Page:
Borderless Ambition



Last spring, the New York Times magazine called our mayor the “post-Hispanic Hispanic politician,” meaning, I suppose, that Julián Castro’s “broader American experience” qualified him beyond his ethnicity. Now the Guadalupe Cultural Arts Center brings us “Post-Hispanic Cinema: A celebration of Latinos in film,” a broad survey of indie films just in time for Hispanic Heritage Month. Many of the movies come from Maya Entertainment, a film production and distribution company dedicated to Latino content. The very necessity of a company like Maya or a festival like this to get these flicks out to the public suggests current society is not quite as Post- anything as we’d like to think, but the films included do highlight Latino culture’s ever-expanding global impact in the U.S., Caribbean, and of course, Latin America. Much like the Times implied that Castro could succeed as a politician first, Chicano son second, the Post-Hispanic films entertain as indie movies first, Latino content second.*

Fri Oct 1

4pm Chamaco

This bilingual film, set in Mexico City and starring Martin Sheen as an American clinic doctor, focuses on a sport embraced on both sides of the border: boxing. The classic underdog tale of a young boy dead-set on becoming a prize-winning pugilist gets in a few hearty side hooks with its unflinching depiction of Mexico City’s casual embrace of corruption, drugs, and domestic violence.

7pm The Dry Land

Costars America Ferrera (Ugly Betty) and Wilmer Valderrama (That 70s Show) seem to be the only Hispanic connection to a Cinema Verite tale of a soldier’s return home to West Texas after a brutal deployment in Iraq. Don’t be fooled by the TV comedy actors’ presence: half road-trip drama, half The Lost Weekend-esque drinking binge, the depressing plot centers on the soldier’s (Ryan O’Nan) experiences with undiagnosed post-traumatic stress syndrome and the hurt it inflicts on him and everyone he loves.

Sat Oct 2

1pm The Perfect Game

The first half of the Guadalupe’s Bread and Roses film day, wherein you get a yummy lunch gratis with family-friendly entertainment, is a sweet tale of determination featuring San Antonio’s own Bruce McGill (D-Day from cult-fave Animal House). Down-and-out kids in 1950s’ Monterrey, Mexico, rise above dirt-poor roots and scathing bigotry to win the Little League World Series, thanks to faith and an incredible 13-game winning streak in the Series.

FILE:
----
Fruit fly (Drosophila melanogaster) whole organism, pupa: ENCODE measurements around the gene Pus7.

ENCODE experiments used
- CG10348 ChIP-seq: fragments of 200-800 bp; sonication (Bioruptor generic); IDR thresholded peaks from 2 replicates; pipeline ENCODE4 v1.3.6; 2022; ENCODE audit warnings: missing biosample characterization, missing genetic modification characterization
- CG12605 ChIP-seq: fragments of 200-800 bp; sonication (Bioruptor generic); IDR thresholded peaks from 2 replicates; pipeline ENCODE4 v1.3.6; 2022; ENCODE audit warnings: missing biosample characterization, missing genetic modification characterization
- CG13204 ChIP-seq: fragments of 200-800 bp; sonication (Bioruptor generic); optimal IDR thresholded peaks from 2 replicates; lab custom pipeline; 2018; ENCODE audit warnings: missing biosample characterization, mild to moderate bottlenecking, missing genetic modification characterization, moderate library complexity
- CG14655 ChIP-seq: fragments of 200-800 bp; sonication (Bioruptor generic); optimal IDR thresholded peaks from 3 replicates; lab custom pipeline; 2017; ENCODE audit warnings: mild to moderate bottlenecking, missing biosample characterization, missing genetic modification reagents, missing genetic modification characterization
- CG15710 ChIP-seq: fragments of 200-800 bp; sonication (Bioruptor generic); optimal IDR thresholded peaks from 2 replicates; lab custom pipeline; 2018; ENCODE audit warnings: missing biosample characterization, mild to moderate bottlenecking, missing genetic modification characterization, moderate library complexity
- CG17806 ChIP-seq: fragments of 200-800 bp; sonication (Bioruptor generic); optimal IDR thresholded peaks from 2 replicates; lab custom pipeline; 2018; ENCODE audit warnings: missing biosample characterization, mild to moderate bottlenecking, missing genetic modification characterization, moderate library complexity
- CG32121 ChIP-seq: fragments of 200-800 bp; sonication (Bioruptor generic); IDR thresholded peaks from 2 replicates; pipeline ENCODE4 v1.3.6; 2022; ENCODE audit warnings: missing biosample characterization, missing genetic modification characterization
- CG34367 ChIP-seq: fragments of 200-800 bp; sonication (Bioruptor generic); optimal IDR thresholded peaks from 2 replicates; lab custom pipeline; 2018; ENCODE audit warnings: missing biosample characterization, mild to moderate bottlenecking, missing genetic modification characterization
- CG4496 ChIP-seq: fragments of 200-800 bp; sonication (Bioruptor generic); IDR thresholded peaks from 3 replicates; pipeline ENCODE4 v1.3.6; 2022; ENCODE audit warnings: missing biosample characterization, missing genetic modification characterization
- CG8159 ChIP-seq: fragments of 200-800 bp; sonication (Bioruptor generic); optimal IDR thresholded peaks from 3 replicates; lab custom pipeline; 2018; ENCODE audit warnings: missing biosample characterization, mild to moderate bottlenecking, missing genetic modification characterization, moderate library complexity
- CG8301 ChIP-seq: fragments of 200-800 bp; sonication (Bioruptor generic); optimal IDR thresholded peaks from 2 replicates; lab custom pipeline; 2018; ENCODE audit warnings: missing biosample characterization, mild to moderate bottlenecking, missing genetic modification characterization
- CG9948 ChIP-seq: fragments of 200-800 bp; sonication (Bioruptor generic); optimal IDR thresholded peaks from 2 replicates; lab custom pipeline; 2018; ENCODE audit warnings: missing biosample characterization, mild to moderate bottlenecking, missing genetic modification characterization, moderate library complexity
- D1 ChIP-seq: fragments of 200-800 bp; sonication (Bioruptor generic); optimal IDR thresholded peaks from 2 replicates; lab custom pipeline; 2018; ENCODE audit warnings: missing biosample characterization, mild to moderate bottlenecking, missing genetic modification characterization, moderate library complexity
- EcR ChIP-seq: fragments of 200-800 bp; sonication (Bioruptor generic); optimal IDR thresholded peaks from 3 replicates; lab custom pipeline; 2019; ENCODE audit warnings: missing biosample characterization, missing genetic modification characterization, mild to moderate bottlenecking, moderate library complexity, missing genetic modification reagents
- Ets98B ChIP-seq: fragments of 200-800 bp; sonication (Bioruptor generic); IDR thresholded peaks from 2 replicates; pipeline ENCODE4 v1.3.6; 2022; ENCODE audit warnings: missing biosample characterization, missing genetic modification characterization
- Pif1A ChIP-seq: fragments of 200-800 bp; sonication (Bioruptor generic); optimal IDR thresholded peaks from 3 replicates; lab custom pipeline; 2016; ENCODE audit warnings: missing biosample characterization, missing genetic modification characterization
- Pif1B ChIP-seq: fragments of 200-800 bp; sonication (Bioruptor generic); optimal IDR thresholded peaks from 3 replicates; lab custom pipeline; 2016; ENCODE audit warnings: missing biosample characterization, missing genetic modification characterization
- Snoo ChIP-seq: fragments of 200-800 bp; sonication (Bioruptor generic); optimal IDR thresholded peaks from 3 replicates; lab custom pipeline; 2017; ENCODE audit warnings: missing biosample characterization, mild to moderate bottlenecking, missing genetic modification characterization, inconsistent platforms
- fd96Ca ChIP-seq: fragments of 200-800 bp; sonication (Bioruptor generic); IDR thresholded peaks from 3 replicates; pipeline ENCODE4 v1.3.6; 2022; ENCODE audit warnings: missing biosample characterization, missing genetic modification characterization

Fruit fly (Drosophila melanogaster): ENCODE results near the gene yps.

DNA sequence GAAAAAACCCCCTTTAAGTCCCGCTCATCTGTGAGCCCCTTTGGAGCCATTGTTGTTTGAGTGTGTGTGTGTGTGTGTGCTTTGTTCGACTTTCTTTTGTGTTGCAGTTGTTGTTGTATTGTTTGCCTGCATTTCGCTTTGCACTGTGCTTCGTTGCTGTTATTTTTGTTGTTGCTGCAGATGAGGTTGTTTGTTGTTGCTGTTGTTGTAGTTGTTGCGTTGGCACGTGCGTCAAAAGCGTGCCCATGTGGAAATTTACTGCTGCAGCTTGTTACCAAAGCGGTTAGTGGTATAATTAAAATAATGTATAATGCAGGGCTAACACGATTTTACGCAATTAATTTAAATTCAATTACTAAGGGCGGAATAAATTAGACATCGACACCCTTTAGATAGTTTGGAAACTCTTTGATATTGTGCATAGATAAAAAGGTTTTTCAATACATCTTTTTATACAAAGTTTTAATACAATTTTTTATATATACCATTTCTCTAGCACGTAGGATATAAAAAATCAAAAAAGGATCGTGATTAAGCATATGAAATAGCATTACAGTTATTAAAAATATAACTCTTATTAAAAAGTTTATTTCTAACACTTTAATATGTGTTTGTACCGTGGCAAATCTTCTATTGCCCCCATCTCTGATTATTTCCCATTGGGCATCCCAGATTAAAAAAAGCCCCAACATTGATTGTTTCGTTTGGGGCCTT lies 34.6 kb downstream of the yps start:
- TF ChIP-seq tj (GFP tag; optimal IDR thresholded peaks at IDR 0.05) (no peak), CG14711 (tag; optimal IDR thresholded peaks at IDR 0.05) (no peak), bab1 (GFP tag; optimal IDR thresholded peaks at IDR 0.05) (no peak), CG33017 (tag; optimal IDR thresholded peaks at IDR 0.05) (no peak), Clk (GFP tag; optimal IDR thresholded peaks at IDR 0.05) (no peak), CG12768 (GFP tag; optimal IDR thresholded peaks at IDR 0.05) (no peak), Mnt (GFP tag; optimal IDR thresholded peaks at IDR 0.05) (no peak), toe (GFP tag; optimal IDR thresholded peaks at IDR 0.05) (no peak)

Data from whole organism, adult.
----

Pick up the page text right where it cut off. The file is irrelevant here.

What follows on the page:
4pm Boys of Summer

For doubters that the above film was based on real events, the second Bread and Roses feature is a charming documentary following Curaçao’s 2008 Little League team as they attempt their country’s eighth-consecutive appearance in the World Series’ finals, hopeful to deliver a revenge beatdown on Japan. These real-life baseball pre-teens are by far Post-Hispanic’s most delightful screen presences, and the soundtrack of island jams begs for its own album.

7pm Spoken Word

Indie movies about slam poetry generally have me running for the emergency exit, but this low-key entry by Ulee’s Gold director Victor Nunez drew me back thanks to a great performance by Kuno Becker as prodigal poet/son Cruz Montoya, reluctantly returned to Santa Fe to care for his ailing, stoic father. Making the most of Santa Fe’s gorgeous setting and troubling poverty, Nunez creates a compelling father-son narrative of vulnerability and machismo.

Sun Oct 3

2pm Nikté

Like an ancient, Spanish-only Dora the Explorer, little animated Nikté is a mischievous, adventurous young Latina. While Dora has a magic map, petulant Nikté gets tapped to fulfill a celestial prophecy and save her Pre-Columbian civilization. Let the kids pretend like that worked out.

4pm The Perfect Game

See above.

7pm Backyard

Up-and-coming Mexican director Carlos Carrera (The Crime of Father Amaro) takes viewers back to Juarez, Mexico in 1996, the relative beginning of a regional nightmare of femicide that continues today. The fictionalized account follows several women from the perspective of a newly-arrived police investigator fixated on the cases, to a crusading social worker, to a naive Chiapas immigrant who seems an imminent victim in a place where, as one character says, “Women are being killed simply for being women.” •

Wed, Oct 6

4 pm Nikté

See above for description

7 pm Backyard

See above for description

Fri Oct 8

4pm Don’t Let Me Drown

Now’s your chance to see Cinefestival 2010’s Premio Mesquite winner for best feature film. The debut from South Central LA native Cruz Angeles focuses not on the West Coast but on New York City immediately post 9/11, through the eyes of Lalo, a young Mexican immigrant and the grieving, Dominicana Stefanie. As the pair becomes young lovers, they and the City begin to slowly rebound from the fall of the twin towers.

7pm Tropico de Sangre

Permanently typecast as the scowling bad-ass, Michelle Rodriguez gets to at least try her hand at historical drama as Minerva Mirabel, one of four Dominican sisters who rallied against dictator Rafael Trujillo. The subsequent assassination of three of the sisters helped launch their underground movement into full-scale political revolt.

Sat Oct 9

11pm “Una Noche de la Gloria: 11th Hour Film Screenings”

As part of the Westside’s nocturnal arts celebration, the Guadalupe Cultural Arts Center screens Theresa Coronado’s short Take Five on the Westside a cinematic tour of San Antonio’s West Side murals and other selections.

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